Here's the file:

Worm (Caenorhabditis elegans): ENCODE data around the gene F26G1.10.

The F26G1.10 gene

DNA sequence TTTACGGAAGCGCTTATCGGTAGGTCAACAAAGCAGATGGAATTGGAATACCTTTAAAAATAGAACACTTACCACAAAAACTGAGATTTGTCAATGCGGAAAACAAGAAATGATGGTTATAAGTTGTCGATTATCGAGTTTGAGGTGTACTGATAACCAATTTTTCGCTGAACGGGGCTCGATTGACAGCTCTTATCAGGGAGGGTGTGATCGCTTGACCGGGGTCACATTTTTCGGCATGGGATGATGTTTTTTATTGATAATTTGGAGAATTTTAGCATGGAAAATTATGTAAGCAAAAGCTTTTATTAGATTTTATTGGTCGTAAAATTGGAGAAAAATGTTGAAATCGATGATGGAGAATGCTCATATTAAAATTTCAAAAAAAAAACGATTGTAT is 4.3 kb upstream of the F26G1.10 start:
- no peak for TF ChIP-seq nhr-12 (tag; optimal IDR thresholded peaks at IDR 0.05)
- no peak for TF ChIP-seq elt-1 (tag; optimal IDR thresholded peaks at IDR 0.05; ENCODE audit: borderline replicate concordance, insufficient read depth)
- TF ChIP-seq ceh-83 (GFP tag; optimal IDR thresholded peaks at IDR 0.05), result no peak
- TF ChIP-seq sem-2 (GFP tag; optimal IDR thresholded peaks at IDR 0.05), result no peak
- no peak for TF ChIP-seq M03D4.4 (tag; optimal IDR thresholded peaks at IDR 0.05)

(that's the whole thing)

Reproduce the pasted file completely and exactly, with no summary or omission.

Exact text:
Worm (Caenorhabditis elegans): ENCODE data around the gene F26G1.10.

The F26G1.10 gene

DNA sequence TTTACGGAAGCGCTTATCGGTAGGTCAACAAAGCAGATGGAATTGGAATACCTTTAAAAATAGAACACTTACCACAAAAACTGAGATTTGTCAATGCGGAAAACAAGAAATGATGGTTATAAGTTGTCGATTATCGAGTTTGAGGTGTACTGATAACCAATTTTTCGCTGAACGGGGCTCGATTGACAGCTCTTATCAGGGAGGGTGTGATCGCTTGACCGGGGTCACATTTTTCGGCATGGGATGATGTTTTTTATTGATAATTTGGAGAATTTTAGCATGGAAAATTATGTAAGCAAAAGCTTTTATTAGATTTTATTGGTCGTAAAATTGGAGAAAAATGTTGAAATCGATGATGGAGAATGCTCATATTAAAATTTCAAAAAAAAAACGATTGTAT is 4.3 kb upstream of the F26G1.10 start:
- no peak for TF ChIP-seq nhr-12 (tag; optimal IDR thresholded peaks at IDR 0.05)
- no peak for TF ChIP-seq elt-1 (tag; optimal IDR thresholded peaks at IDR 0.05; ENCODE audit: borderline replicate concordance, insufficient read depth)
- TF ChIP-seq ceh-83 (GFP tag; optimal IDR thresholded peaks at IDR 0.05), result no peak
- TF ChIP-seq sem-2 (GFP tag; optimal IDR thresholded peaks at IDR 0.05), result no peak
- no peak for TF ChIP-seq M03D4.4 (tag; optimal IDR thresholded peaks at IDR 0.05)